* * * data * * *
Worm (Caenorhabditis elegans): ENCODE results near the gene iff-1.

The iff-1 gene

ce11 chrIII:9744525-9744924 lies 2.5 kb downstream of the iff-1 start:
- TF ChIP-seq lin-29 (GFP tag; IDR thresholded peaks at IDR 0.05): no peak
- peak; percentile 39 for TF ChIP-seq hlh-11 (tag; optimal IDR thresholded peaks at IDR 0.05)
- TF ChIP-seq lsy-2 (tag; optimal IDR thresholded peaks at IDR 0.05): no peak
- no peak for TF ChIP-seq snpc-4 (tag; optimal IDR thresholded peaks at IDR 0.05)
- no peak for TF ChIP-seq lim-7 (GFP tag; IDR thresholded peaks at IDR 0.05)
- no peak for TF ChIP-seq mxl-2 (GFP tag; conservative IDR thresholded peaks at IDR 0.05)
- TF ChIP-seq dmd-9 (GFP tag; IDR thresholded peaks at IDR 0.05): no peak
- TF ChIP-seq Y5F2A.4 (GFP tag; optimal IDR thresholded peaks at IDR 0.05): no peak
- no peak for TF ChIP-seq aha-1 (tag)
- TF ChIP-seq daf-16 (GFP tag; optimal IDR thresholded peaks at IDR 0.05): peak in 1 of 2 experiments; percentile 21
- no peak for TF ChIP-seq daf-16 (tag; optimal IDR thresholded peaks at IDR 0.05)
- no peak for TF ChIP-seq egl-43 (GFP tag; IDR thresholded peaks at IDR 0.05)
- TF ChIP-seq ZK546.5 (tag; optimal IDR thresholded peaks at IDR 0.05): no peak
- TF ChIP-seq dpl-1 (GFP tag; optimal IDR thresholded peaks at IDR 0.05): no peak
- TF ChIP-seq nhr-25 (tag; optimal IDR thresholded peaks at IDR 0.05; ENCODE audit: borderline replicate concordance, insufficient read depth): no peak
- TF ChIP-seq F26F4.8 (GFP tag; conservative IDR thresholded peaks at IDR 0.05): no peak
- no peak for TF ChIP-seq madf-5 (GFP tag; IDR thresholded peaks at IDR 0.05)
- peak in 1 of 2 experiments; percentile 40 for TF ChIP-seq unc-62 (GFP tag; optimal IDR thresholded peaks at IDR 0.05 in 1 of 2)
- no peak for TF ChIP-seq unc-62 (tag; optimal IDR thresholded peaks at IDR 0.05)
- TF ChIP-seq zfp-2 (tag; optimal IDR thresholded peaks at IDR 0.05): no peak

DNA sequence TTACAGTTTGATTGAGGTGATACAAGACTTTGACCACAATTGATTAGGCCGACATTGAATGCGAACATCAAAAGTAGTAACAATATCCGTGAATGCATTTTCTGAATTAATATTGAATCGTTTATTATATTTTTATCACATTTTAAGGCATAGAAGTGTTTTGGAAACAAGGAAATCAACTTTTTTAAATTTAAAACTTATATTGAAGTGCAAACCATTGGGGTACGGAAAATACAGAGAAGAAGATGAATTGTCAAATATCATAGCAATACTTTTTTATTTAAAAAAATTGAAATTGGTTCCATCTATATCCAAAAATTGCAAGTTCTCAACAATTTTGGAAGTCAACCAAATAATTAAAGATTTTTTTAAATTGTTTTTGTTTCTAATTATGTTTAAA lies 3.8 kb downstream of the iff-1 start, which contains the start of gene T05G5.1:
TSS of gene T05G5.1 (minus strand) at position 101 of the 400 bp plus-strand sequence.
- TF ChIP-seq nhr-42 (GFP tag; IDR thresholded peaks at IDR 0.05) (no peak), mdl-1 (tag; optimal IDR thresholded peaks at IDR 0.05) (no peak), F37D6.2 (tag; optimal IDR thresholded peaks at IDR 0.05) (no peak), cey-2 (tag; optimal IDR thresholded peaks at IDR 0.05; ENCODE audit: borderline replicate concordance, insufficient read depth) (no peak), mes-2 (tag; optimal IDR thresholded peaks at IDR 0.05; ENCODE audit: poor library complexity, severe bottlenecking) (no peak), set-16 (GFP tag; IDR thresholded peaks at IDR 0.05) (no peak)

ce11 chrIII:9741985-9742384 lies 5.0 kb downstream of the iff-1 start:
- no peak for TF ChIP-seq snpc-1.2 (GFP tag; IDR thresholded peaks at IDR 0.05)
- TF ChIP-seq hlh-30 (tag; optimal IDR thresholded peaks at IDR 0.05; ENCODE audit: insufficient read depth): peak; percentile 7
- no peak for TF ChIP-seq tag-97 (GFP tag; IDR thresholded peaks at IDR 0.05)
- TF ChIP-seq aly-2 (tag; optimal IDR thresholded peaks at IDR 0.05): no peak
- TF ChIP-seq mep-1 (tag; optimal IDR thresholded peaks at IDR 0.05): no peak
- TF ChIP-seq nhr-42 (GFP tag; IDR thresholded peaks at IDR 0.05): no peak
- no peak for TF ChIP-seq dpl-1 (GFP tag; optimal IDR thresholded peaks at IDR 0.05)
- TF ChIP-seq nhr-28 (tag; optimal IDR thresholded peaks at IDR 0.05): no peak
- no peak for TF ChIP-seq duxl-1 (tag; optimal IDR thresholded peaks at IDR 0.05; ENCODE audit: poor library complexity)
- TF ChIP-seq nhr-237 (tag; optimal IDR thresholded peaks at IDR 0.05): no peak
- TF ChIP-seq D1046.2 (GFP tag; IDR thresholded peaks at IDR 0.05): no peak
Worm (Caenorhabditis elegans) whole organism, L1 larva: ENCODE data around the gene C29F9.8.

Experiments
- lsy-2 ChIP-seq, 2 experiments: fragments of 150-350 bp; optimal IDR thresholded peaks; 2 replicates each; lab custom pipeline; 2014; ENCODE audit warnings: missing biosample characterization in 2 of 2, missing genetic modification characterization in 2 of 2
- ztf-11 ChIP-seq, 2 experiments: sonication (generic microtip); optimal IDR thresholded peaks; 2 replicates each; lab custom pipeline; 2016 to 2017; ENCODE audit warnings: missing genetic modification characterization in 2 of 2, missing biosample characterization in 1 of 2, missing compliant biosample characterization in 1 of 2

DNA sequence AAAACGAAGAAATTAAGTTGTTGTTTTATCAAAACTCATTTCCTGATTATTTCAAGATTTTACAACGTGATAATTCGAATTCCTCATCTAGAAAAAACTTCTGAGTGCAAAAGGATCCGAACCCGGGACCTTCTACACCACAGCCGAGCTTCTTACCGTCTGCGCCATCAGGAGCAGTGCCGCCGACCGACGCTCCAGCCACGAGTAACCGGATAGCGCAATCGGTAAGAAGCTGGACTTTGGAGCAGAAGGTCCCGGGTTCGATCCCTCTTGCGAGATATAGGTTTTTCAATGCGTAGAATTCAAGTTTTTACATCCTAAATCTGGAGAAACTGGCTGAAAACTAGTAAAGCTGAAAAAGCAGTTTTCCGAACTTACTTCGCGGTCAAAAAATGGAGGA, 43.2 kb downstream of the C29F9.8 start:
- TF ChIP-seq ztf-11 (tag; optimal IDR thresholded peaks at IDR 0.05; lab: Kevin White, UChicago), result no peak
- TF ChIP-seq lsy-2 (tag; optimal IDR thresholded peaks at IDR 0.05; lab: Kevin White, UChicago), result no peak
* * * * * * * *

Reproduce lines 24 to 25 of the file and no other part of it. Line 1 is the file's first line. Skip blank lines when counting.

DNA sequence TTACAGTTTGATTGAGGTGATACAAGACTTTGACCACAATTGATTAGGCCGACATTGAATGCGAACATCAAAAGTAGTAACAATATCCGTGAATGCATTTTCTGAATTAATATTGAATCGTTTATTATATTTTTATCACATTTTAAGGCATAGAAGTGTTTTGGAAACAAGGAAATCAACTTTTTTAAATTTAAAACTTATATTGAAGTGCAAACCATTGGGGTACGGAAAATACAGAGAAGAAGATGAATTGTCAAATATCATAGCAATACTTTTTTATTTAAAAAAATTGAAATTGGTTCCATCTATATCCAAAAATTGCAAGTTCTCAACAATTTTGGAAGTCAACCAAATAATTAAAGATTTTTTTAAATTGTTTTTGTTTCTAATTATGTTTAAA lies 3.8 kb downstream of the iff-1 start, which contains the start of gene T05G5.1:
TSS of gene T05G5.1 (minus strand) at position 101 of the 400 bp plus-strand sequence.